Friday, September 21
Both Orenda Fink and Maria Taylor went on to successful solo careers and side projects after their band Azure Ray broke up in 2004, but there was something irreplaceable about the way the two singers used to blend their sweetly sad voices together. When the Omaha duo briefly reunited in 2008, they realized they could still stir up that old magic. To their credit, they didn't just coast on past successes. Instead, they released mesmerizing new pop gems on their 2012 album, Drawing Down the Moon, and they've expanded their sound further on the upcoming release As Above So Below, where their languid voices drift in and out of consciousness, just like dreams. –Falling James
Six Organs of Admittance
Six Organs of Admittance guitarist/singer/mastermind Ben Chasny can shred with the best of them, and apparently, that's exactly what he decided to do on his new album, Ascent — recruit the instrumental talents from his on-hiatus heavy-beyond-heavy rock band Comets on Fire for a set of songs practically boiling in their own intensity. The John Fahey-style guitar explorations are there, somewhere, but this is loud and limitless music that comes off as if Hawkwind, Crazy Horse and Ash Ra Tempel crash-landed on an unexplored planet where man must riff to survive. Ascent is an awesome record in both formal (“inspiring awe”) and informal (“whoa, dude”) ways, and should leave scorch marks on any speaker cones it touches. –Chris Ziegler
Mike Miller All-Stars
Tonight's show at Studio City's cozy Baked Potato gathers five of L.A.'s most respected musicians for an evening of musical semi-madness. Leading the festivities is Mike Miller (Chick Corea Elektric Band), one of the area's finest guitarists and composer of tunes that frequently have an offbeat edge. Joining the fray are trumpeter Walt Fowler (Frank Zappa) who played with Miller in the Zappa ultra-tribute group Band From Utopia; keyboard wiz Mitchel Forman (Mahavishnu Orchestra); former Tonight Show drum king Marvin “Smitty” Smith; and Jimmy Johnson, the longtime James Taylor bandmate regarded by some as the finest electric bassist in the world. With this much virtuosity on one small stage, the club's nightly potatoes may eventually end up flame-broiled. –Tom Meek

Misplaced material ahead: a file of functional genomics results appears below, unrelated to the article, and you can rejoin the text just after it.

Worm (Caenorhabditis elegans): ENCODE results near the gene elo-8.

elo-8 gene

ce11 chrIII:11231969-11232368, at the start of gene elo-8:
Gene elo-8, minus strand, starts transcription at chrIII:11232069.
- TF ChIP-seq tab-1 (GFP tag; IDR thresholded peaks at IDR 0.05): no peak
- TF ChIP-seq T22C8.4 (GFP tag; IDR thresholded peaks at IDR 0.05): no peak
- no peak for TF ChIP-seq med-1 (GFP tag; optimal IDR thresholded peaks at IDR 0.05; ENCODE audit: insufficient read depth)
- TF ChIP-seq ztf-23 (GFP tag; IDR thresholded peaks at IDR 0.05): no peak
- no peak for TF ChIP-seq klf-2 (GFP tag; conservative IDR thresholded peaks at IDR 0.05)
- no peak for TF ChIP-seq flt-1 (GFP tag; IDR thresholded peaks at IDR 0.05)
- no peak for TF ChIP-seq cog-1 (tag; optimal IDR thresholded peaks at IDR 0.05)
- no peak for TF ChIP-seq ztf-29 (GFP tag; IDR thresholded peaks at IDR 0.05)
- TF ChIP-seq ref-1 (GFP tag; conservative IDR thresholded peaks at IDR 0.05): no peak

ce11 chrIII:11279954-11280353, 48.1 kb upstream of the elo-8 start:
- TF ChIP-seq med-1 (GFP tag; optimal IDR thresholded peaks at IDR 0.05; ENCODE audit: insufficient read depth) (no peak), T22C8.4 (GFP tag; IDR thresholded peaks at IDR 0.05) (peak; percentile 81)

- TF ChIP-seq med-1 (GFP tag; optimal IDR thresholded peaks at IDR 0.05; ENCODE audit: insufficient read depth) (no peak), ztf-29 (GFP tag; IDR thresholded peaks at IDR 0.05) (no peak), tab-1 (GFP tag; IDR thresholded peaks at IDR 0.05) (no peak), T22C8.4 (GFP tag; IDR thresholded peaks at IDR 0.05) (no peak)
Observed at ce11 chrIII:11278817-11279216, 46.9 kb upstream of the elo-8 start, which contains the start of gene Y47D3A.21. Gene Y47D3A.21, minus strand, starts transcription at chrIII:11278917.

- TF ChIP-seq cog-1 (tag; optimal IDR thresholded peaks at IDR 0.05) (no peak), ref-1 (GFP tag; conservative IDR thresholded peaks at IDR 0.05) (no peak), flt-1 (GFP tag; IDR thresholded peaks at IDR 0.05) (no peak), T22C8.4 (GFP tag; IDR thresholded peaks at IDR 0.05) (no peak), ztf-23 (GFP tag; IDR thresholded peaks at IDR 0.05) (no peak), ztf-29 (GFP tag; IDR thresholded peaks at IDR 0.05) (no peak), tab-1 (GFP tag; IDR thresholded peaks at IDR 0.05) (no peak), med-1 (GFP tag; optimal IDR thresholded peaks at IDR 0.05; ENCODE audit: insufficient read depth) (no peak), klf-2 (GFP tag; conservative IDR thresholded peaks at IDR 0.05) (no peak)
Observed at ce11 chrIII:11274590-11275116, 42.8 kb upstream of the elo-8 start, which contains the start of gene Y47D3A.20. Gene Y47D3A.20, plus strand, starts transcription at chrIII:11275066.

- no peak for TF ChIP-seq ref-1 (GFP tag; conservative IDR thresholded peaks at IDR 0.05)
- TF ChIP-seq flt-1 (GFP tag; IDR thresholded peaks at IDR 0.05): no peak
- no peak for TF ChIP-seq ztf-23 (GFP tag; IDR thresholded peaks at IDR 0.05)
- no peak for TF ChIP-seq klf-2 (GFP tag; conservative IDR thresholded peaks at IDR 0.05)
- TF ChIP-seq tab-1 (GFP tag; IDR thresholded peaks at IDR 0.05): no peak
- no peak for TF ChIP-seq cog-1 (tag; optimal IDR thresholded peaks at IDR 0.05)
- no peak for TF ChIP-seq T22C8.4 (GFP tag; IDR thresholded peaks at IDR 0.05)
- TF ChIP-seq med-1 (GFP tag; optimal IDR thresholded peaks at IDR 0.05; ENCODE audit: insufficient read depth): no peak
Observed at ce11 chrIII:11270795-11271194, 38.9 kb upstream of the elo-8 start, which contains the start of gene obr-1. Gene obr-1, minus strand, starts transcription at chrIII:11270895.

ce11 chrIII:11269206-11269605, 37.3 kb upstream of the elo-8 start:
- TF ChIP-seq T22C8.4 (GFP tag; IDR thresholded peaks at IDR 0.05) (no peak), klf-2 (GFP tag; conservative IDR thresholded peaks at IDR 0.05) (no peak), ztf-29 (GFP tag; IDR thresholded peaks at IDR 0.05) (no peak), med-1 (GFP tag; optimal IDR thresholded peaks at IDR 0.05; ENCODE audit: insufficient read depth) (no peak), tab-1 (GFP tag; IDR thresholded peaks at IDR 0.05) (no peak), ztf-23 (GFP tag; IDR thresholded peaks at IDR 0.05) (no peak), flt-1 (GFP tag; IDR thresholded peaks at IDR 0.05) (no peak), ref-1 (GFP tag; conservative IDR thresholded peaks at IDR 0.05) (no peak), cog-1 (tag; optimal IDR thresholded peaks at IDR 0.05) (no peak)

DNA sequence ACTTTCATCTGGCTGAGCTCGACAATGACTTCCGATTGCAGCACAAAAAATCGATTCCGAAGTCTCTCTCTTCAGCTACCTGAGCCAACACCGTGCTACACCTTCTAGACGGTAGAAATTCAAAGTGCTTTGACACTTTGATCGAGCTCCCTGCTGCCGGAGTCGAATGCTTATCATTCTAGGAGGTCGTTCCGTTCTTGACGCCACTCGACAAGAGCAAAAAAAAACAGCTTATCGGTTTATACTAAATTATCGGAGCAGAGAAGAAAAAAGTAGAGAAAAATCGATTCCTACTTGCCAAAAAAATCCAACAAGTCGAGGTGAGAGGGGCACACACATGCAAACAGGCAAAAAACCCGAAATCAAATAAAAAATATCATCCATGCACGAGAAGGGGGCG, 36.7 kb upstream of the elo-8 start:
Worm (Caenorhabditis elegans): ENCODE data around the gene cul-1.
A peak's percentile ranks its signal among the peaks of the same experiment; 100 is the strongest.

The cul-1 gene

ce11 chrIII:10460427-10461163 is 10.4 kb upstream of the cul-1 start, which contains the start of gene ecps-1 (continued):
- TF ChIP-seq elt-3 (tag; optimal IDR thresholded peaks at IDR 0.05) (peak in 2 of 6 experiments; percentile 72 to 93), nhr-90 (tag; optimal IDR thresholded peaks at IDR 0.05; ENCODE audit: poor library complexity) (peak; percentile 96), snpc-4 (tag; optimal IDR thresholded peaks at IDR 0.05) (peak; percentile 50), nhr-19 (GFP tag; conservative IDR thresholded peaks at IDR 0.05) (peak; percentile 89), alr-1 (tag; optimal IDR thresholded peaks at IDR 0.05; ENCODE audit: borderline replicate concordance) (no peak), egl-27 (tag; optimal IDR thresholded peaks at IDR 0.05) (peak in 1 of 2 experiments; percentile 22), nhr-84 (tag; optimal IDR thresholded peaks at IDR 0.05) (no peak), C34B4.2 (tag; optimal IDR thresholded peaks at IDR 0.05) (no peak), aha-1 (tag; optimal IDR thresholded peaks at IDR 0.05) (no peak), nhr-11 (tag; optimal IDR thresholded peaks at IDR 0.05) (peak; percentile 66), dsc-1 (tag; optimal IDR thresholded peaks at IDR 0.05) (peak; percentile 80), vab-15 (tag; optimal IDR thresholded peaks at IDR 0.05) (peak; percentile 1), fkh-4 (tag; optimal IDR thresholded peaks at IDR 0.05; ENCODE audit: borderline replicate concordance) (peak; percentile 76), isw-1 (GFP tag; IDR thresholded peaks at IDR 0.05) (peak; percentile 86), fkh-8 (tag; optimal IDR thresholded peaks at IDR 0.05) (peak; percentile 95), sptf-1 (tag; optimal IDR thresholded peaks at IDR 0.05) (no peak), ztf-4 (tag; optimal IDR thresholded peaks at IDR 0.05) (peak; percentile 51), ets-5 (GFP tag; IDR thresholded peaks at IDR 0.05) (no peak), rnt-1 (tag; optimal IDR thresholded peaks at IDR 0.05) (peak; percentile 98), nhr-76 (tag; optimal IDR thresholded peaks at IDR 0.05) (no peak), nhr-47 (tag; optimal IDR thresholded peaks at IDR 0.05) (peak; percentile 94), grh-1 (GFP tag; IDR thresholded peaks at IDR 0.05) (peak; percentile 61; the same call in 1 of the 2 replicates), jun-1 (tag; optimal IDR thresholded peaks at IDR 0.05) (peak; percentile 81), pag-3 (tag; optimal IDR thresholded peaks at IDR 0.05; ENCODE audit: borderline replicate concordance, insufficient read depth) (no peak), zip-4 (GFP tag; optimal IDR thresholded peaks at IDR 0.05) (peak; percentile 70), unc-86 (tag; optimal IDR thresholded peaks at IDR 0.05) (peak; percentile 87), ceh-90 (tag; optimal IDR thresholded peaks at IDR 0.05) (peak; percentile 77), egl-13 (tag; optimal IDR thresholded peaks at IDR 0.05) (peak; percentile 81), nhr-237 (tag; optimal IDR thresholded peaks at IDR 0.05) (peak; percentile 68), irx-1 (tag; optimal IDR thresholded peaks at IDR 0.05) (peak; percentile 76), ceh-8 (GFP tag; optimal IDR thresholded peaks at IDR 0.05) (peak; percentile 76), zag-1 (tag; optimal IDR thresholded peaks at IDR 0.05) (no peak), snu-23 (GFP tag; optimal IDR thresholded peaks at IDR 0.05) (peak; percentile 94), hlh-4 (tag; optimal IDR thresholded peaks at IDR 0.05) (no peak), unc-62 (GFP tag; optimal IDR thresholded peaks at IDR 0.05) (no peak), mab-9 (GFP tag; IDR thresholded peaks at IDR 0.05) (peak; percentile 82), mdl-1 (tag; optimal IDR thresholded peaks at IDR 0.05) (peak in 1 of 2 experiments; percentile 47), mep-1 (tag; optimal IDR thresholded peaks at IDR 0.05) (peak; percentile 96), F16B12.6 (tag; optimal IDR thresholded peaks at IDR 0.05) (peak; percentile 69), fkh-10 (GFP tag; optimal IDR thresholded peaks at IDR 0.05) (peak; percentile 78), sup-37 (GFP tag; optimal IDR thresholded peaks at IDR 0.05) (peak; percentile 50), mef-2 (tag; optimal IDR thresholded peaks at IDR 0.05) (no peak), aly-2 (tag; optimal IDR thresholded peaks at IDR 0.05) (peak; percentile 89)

Saturday, September 22
Dublab 13th Anniversary Celebration
This looks to be one of those totally relevant nights of skills and flavors that our critically crucial dublab.com crew has become known for: live performances by Chico Sonido, Daedelus and Matthewdavid, plus a few others, and DJ sets by the advanced, artful likes of Danny Holloway, Hoseh, Lovefingers, Suzanne Kraft and the mighty, mighty Teebs, as well as many more spinning stars. The visual effects will be by Alex Pelly and Miko Revereza; bring a T-shirt so Hit + Run can kustom-kraftscreenprint your very own dublab-themed work of art. Food? Yes, Bánh mì sandwiches. Take the Metro Red Line — on weekends, it runs until 2 a.m., just like this show. –John Payne
Sunday, September 23
L.A. beatmaker Flying Lotus really should be called a composer, and since he's playing the Hollywood Bowl, the time would seem right to make it official. 2010's Cosmogramma was an epochal record, less a piece of music than a sliver of actual human experience — all density and intensity, overwhelming by design and cathartic in its conclusion. His brand-new Until the Quiet Comes, however, is sharper and more focused. It's a single star instead of an entire universe; its melodies and beats bloom and fade like a time-lapse film of a flower; its fractal-within-a-fractal songs fit together on some four-dimensional level — only at the exact place and time and depth Lotus needs them to, and then they all dissolve into their component pixels. This is the real deal. When you see him play, look up at the night sky: That's when it will all become clear. –Chris Ziegler
For details about these shows and more live music happening in the city this week, check out our Concert Calendar.
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